The Equal Employment Opportunity Commission recently filed a complaint against a hospital for terminating an employee with a disability in violation of the Americans with Disabilities Act (“ADA”), due to disability discrimination in the workplace. The employee had breast cancer and required a leave of absence to receive treatment. After six months of leave the hospital rejected a return to work notice from the employee’s doctor which set a return to work date of September 1, 2012. The employer terminated the employee stating that her continued absence created “an undue business hardship.” Prior to terminating the employee the hospital did not consider any alternative accommodations, including reassignment to other positions which had been advertised as vacant. The EEOC commented about this case, stating:
Treating a qualified employee unfavorably because of a disability violates the Americans with Disabilities Act (ADA). The law also requires an employer to provide reasonable accommodation to an employee or job applicant with a disability, unless doing so would cause significant difficulty or expense for the employer. After attempting to resolve the case through pre-litigation conciliation efforts, the EEOC filed the lawsuit (EEOC v. Children's Hospital and Medical Center, Case No. CV 13-5715) in the Oakland Division of U.S. District Court for the Northern District of California and seeks monetary damages, including back pay, compensation for emotional distress and punitive damages on behalf of Tamayo, as well as an injunction to prevent further discrimination.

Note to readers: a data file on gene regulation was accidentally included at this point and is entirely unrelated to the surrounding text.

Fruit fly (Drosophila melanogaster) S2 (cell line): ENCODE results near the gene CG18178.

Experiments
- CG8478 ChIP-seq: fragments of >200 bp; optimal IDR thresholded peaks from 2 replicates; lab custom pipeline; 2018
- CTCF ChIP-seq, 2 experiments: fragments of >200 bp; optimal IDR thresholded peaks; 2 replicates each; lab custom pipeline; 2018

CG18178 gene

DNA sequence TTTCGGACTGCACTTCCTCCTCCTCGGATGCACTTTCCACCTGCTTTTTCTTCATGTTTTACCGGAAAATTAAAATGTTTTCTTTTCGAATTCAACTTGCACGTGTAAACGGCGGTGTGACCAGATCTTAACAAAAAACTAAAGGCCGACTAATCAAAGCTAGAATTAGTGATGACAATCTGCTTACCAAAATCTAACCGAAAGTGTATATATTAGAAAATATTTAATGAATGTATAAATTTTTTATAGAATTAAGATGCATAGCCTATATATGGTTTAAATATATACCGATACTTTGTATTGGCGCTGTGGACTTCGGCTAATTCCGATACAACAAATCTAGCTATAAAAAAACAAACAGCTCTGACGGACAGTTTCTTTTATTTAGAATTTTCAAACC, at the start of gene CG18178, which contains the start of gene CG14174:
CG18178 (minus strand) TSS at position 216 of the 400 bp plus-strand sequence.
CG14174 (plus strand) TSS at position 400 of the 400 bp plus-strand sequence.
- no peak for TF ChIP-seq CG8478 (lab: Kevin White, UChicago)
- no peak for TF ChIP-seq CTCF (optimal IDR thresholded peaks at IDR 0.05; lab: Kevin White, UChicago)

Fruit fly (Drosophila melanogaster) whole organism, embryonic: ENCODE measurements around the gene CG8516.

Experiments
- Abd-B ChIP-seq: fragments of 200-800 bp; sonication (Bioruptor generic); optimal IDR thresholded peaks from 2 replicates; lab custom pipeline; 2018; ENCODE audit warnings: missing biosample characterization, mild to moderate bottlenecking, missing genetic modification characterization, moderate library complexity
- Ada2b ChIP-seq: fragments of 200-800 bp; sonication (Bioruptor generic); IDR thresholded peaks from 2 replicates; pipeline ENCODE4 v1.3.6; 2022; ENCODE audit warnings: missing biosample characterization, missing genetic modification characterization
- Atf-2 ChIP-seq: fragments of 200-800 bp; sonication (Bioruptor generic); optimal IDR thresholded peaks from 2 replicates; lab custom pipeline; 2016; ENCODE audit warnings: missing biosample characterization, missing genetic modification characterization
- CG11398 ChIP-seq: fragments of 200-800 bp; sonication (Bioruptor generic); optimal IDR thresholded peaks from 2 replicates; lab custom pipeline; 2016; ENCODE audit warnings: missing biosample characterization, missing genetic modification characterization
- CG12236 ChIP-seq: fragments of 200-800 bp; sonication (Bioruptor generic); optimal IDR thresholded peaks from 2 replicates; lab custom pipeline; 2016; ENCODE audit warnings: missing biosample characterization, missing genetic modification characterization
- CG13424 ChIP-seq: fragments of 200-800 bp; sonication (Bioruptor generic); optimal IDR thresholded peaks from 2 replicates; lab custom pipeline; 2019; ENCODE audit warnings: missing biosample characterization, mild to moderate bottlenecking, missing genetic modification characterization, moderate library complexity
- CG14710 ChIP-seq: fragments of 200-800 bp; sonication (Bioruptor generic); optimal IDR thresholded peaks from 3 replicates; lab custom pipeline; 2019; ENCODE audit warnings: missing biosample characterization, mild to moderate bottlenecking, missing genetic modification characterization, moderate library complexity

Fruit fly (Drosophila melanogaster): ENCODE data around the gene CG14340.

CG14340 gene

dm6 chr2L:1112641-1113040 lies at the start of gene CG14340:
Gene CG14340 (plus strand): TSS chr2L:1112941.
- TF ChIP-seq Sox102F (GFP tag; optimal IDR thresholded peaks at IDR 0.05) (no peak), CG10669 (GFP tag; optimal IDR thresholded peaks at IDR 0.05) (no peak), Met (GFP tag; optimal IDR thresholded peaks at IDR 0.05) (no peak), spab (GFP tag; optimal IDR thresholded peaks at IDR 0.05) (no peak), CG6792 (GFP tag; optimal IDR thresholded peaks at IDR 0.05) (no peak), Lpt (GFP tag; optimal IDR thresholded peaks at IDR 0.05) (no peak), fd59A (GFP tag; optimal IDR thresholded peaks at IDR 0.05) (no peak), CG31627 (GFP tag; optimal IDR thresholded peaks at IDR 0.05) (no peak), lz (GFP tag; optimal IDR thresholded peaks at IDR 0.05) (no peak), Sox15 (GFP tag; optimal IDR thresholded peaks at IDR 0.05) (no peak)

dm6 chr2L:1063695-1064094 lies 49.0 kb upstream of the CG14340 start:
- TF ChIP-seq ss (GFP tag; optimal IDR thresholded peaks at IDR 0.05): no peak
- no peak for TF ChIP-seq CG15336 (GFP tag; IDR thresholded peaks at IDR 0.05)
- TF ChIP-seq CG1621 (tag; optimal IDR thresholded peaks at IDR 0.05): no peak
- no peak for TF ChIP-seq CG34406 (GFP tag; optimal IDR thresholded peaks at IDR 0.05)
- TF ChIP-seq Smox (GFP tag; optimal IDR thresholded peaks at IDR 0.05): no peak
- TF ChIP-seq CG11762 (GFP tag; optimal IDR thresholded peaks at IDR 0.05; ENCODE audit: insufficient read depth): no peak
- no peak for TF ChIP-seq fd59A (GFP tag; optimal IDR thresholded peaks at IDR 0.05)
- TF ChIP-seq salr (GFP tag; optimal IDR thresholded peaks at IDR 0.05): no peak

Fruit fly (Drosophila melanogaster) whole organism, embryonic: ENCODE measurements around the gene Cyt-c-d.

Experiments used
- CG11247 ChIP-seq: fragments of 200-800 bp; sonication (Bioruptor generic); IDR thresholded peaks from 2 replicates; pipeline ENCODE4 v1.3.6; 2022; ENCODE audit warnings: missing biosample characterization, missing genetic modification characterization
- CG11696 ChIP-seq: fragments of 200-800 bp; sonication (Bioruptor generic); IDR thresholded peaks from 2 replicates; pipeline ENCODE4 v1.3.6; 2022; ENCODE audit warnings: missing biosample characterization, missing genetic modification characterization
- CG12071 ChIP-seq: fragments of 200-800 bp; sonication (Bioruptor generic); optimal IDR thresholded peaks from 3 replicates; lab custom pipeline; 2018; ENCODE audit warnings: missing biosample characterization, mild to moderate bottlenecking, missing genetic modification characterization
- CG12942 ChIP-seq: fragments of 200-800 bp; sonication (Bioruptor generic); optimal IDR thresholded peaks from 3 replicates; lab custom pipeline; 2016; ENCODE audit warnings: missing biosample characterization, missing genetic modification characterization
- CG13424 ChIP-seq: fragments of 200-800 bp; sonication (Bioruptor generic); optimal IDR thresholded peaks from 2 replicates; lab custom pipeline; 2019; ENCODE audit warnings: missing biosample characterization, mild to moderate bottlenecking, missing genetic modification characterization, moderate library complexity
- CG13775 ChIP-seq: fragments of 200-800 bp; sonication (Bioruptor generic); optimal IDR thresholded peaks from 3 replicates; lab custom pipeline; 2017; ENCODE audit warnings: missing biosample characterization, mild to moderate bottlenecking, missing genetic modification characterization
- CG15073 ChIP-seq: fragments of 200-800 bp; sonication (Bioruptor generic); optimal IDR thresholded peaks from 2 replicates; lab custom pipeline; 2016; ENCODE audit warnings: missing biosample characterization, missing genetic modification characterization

While the complaint does not specifically state that extra leave should have been granted, it does point out that the hospital did not explore alternative accommodations. This seems to suggest that even if extra leave would have created an undue burden an employer has a duty to explore other alternative accommodations that would alleviate that burden prior to terminating a disabled employee. Reassigning an employee with a disability to a vacant position is one such alternative accommodation that must be explored to prevent disability discrimination in the workplace. If you have a disability and need accommodations at work the attorneys at Lebau and Neuworth may be able to help. We are experienced at handling claims such as these. For more information contact us at: http://lebauneuworth.com/. disability discrimination, reasonable accommodation